News Release

Inclusive content, peer support, media information literacy can combat health misinformation spread to adolescents on social media

A new commentary in JAMA Pediatrics provides recommendations for health experts, educators, parents/caregivers, policymakers, and others to mitigate adolescents’ exposure to inaccurate information on social media

Peer-Reviewed Publication

Boston University School of Public Health


 December 11, 2023                          


Jillian McKoy,

Michael Saunders,


A new commentary in JAMA Pediatrics provides recommendations for health experts, educators, parents/caregivers, policymakers, and others to mitigate adolescents’ exposure to inaccurate information on social media and create opportunities for positive, healthy engagement on these platforms.

Social media has become one of the main sources of information for youth, a population that on average engages with platforms such as TikTok and Instagram for nearly five hours per day. Growing research suggests that social media use can promote adolescent health by providing a sense of community, social support, and culturally relevant information, but the proliferation of health misinformation that is also present on these sites threatens to hinder these benefits.

Given social media’s significant role in adolescents’ lives and vast potential as a positive health resource, restricting adolescents from using these platforms is not necessarily the solution to prevent them from being exposed to the harmful misinformation on these sites, according to a new commentary by Boston University School of Public Health (BUSPH) researchers.  

Published in the journal JAMA Pediatrics, the commentary argues that, “under proper guardrails and with informed support, social media has enormous potential to facilitate positive connections and enhance, rather than undermine, mental well-being.”

Reaping the benefits of social media requires collective action from health experts, educators, parents/caregivers, policymakers, and social media companies, write Monica Wang, associate professor of community health sciences at BUSPH, and Katherine Togher, a registered dietitian and graduate of BUSPH.

“We all have a part to play in how we consume and share information, whether big or small,” says Wang, lead and corresponding author, about the commentary. “Harnessing social media as a tool that can empower us, rather than one that misleads us, can help us nurture the health of our society online and offline.”

Wang and Togher outline recommendations on how various groups can navigate social media misinformation to promote adolescent health, starting with improving adolescents’ media information literacy skills. They recommend schools teach students how to identify inaccurate information with fact-checking tools, as well as help them understand how algorithmic biases determine the content that viewers see on their social media feeds.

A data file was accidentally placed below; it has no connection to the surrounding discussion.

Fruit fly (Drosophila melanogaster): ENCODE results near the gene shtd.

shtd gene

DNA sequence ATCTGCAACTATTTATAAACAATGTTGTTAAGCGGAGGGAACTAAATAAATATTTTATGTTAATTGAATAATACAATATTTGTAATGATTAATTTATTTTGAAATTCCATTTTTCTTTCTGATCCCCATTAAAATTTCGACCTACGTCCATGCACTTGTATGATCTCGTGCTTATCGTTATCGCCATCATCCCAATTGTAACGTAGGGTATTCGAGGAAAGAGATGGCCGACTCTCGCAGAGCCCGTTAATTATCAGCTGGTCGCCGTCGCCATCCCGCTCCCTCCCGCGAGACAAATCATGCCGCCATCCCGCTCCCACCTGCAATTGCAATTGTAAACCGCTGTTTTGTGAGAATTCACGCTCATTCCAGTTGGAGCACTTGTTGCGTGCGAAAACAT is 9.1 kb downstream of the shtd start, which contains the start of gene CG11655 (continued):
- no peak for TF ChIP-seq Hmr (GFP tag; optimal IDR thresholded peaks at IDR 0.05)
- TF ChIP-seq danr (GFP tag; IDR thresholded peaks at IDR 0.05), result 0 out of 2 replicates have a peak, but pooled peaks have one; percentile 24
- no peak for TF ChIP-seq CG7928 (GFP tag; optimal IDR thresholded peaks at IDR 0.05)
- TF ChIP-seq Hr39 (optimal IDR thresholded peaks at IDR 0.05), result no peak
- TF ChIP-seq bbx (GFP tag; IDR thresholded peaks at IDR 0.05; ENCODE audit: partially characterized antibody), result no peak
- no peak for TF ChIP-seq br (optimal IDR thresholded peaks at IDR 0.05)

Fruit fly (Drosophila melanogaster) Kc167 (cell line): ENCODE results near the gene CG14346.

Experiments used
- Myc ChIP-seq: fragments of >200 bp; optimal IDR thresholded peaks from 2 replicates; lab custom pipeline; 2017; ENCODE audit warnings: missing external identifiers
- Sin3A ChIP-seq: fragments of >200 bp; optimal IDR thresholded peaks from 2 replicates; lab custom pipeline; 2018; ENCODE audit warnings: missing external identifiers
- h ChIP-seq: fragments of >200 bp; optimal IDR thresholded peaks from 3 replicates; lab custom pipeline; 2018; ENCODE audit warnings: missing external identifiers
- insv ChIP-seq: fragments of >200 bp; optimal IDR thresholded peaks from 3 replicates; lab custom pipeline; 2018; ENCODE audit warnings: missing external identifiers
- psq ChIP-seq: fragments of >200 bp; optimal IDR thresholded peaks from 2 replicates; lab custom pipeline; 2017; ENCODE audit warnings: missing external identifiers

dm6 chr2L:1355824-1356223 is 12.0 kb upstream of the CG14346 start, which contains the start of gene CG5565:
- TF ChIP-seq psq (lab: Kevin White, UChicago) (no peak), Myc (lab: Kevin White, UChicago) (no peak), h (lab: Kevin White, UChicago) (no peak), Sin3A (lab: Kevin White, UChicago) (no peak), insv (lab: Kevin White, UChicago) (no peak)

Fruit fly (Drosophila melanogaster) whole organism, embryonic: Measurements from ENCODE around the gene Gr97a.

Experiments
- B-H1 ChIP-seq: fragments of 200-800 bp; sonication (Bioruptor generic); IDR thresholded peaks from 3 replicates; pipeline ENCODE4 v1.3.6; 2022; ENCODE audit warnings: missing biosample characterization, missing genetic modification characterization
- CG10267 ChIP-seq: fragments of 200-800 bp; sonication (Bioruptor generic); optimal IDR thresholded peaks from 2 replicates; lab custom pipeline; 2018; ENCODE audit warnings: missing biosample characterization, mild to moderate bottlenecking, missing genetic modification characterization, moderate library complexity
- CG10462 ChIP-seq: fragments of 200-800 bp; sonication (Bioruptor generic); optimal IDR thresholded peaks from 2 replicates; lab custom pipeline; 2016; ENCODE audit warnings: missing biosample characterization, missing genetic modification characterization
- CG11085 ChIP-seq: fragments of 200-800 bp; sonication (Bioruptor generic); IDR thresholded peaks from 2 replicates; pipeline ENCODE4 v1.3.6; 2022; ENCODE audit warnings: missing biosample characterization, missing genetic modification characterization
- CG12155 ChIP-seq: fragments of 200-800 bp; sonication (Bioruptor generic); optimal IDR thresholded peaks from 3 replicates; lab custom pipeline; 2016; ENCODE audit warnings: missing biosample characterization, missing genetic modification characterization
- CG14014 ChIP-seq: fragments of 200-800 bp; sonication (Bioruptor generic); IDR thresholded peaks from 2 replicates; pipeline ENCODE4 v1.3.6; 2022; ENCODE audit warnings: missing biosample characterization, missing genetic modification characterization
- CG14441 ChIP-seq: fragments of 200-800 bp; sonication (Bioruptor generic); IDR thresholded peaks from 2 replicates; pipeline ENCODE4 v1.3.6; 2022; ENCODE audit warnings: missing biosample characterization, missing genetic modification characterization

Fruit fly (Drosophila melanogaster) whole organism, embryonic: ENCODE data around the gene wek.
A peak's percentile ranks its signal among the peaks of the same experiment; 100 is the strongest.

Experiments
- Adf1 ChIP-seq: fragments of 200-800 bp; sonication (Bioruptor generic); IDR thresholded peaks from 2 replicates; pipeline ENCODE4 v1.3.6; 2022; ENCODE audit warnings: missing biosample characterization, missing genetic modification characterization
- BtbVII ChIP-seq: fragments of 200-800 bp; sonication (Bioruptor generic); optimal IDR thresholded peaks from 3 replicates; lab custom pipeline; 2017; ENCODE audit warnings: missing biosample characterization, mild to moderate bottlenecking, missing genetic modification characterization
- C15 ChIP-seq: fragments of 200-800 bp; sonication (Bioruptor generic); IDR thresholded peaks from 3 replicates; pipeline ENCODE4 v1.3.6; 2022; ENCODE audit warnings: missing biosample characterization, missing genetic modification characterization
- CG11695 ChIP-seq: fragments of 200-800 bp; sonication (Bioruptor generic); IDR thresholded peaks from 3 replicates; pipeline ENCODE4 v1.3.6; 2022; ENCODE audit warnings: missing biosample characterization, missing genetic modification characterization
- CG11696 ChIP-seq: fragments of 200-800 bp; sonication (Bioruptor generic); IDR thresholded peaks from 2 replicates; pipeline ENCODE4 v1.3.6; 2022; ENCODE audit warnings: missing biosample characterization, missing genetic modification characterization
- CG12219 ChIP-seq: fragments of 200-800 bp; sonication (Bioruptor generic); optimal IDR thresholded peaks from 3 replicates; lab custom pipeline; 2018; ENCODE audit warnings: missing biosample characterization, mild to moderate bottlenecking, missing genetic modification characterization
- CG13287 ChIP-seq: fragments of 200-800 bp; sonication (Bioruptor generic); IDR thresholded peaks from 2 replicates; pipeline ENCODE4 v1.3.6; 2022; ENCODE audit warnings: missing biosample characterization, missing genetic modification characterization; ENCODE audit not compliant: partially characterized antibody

“Social media algorithms tailor content shown based on users’ past interactions,” Wang explains. “If a user primarily interacts with content that aligns with their existing beliefs or preferences, the algorithm will prioritize showing similar content moving forward. This algorithmic bias can inadvertently limit exposure to comprehensive information and reinforce and perpetuate skewed or inaccurate content.”

Parents and caregivers can play a critical role in ensuring that their children have positive, healthy experiences on social media by engaging in nonjudgmental conversations with them about how to take proactive health-protective measures while using these platforms, such as implementing privacy controls and balancing online engagement with offline activities.

The authors also address the negative mental health effects that often stem from the saturation of flawless, photoshopped images or unsafe eating/dieting advice on social media—both of which can create unrealistic beauty standards and drive youth to adopt restrictive dieting, excessive exercising, or other harmful behaviors. They recommend businesses, health educators, social organizations, and other social media users develop diverse, inclusive content that supports positive connections and mental well-being.

"Promoting inclusivity and celebrating diversity on social media and within our community allows youth to flourish in a positive environment that promotes mental well-being,” says Togher. “Social media is a primary source of information for youth. Having skills and strategies to discern misinformation from fact is critical. Misleading nutrition claims, false health advice, and heavily filtered images, have been shown to pose serious risks of developing disordered eating behaviors and poor mental health."

On a broader level, the commentary urges health experts, researchers, educators, and parents to advocate for new policies that regulate misleading or harmful information on social media.

“Left unaddressed, the prevalence of health misinformation on social media poses significant challenges for adolescent health and health equity,” Wang and Togher write. By embracing the above recommendations, “we can empower adolescents and support their overall health online and offline.”


About Boston University School of Public Health

Founded in 1976, Boston University School of Public Health is one of the top ten ranked schools of public health in the world. It offers master's- and doctoral-level education in public health. The faculty in six departments conduct policy-changing public health research around the world, with the mission of improving the health of populations—especially the disadvantaged, underserved, and vulnerable—locally and globally.

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